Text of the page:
|Topic Review (Newest First)|
|11-23-2006 11:46 PM|
|sailaway21||In Michigan real estate there is "dual agency" where the buyer and seller can be represented by one broker. This used to be an ethical problem, and in my opinion still is. Never the less, the point of being a broker is to make money and that should always be borne in mind. I doubt that a broker would have any trouble selling you a boat at twice the going rate if you were blinded by your love for the boat. And if you love the boat, twice the price may be fine (!) just don't cry later. If you want to cover your stern, you'd probably want a broker representing your interests. So you have to shop for a broker before you shop for a boat. On the other hand, there are good brokers who will not steer you wrong regardless of their lack of financial interest. Sounds like some of these were listed previously. A lot of research needs to be done in finding a broker you trust; just like a doctor, auto mechanic, etc... Word of mouth, again as listed above, is a great aid. There are good and bad brokers, like any profession, and one might be served as well, or better, by a "great" sellers broker than one's own not so great broker. It makes sense to me to shop the broker as if you were shopping the boat. Not nearly as much fun, but perhaps the most beneficial in the long run. To carry the real estate analogy further, there are agents I wouldn't buy a house from no matter how good the deal or house.. Good luck|
|11-23-2006 11:10 AM|
|Sailormon6||I agree that you should have a broker representing you, the buyer, but never lose sight of the fact that only you are truly on your side. Your own broker's interests often conflict with your interests. The broker earns a bigger commission if he can sell you a bigger, more expensive boat, and he earns more if he can sell you a boat listed by his own company. Don't let him talk you into buying a bigger or more expensive boat than you want or need, or a boat that is just wrong for you. Be open-minded and receptive to their suggestions, because they really do want to help you find the right boat, but have a clear idea of the kind of boat you want, before you ever contact a broker, so you will have a base of knowledge to help you make your own judgments.|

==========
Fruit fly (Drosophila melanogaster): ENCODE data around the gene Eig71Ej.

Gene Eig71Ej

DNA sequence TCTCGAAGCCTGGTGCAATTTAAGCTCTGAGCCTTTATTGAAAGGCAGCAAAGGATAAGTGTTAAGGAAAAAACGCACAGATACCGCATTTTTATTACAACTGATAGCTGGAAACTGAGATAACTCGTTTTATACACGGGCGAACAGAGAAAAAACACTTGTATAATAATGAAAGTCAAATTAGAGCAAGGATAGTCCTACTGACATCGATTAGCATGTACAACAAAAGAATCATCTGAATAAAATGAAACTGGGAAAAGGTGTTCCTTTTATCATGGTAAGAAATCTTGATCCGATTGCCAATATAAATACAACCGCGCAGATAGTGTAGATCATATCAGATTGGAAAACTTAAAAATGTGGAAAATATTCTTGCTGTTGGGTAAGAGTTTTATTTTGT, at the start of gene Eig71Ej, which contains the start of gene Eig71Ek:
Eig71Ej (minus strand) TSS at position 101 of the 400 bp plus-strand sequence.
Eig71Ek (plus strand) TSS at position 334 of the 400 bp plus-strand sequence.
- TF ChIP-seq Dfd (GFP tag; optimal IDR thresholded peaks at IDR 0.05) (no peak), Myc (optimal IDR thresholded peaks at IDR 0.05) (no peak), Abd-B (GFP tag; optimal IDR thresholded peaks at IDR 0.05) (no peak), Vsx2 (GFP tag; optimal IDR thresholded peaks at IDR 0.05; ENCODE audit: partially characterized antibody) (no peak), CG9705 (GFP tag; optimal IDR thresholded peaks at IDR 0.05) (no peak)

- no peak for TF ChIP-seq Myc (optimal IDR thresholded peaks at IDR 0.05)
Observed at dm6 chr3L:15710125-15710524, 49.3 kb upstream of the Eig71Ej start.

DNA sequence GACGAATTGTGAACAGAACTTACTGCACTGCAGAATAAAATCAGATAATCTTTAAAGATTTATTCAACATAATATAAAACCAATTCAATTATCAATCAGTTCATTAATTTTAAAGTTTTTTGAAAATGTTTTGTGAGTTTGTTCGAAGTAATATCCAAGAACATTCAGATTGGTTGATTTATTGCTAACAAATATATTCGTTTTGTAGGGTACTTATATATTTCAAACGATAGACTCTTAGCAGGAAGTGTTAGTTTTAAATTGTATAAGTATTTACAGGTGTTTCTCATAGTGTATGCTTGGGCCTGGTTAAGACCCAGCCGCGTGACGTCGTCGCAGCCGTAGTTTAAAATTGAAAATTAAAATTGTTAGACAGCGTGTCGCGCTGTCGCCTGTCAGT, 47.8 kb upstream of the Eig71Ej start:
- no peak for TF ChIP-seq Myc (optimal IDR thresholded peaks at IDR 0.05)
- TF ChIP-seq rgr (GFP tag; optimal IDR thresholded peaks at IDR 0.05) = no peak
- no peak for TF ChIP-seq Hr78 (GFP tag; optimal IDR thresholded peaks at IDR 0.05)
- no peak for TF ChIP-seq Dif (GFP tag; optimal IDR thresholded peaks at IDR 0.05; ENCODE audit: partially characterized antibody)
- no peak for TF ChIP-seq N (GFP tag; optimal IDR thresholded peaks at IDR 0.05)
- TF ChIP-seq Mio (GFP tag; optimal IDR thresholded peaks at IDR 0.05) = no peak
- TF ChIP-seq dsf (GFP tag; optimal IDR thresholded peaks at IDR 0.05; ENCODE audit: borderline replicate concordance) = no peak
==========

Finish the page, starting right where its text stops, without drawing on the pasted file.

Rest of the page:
|11-23-2006 11:05 AM|
"Well, if the broker is being paid by the seller, then that broker is not really representing the interests of the buyer, is he (or she)?"
"A true buyer's broker would be one that the buyer pays."
The law in Canada with respect to agency has evolved (by court decisions) so that a broker can legally represent a buyer and be paid by the seller without compromising the agency principle. All parties must be informed about the true relationship though. FWIW - I work in real estate and this issue is always being discussed given the potential for confusion among the parties involved.
|11-23-2006 09:41 AM|
|ebs001||A boat broker works the same as a realestate broker and gets paid the same way. The system works because brokers in both cases work both sides of the street. In realestate there are laws regulating that a broker cannot represent both buyer and seller, but this is not the case in the marine industry. A buyer is not going to be fairly represented by the sellers broker as he is working for the seller and that's where his loyalty is and should be. A buyer's broker while not being paid by the buyer is supposed to represent the buyer. It doesn't matter a tinkers damn which boat the buyer buys so he hardly represents the seller.|
|11-20-2006 09:03 PM|
Kevin... If you are looking for a blue-water cruising boat and you know what you want in terms of size, rudder etc. as you state...then I would simply call one of the brokers who specialize in blue-water boats and tell them what you are looking for. A lot of these guys KNOW what is coming on to the market before it makes it to yacht world and can also advise you to consider models you may not have heard of or thought of before. I would not call them buyers brokers but you CAN rely on their knowledge and advice UNTIL you get to the "I want that boat" stage!
If you are looking for a production type boat then yachtworld is your best bet unless you happen to know a good broker that actually works for a living!!
Good bluewater brokers I know:
David Walters...David Walters Yacht Sales Ft. Lauderdale
Steve Liebowitz- Annapolis Yacht Sales
Also Deaton's Yacht Sales in Oriental NC
|11-20-2006 06:22 PM|
In selling/buying real estate, the commission paid by the seller is shared (not necessarily equally) by buyer's and seller's brokers.
Although the same should work for boats, one should also be able to negotiate a fixed fee for the services of a buyer's broker. At least, this makes sense to me. In any case, they don't work for free!
|11-20-2006 02:42 PM|
Originally Posted by catamount
|11-20-2006 12:38 PM|
A true buyer's broker would be one that the buyer pays.
|11-20-2006 12:29 PM|
I communicated quite a bit with Gary Fretz prior to buying my boat; I ended up not using his services for other reasons, but am sure that had I used him for the whole purchase process to communicate with the "other" broker it would have saved quite a bit of money. He was quite friendly, and that attitude didn't change when I informed him that he wouldn't be getting part of a commission.
See his article at Why a Yacht Buyer Should be Represented
by a Professional Broker
|11-20-2006 10:15 AM|
|ebs001||When I boat my boat in Detriot I used a broker in Palmetto, Fl. He gets paid as part of the brokerage fee the seller pays. Contact a local broker or if you want I'll let you know my broker's name.|
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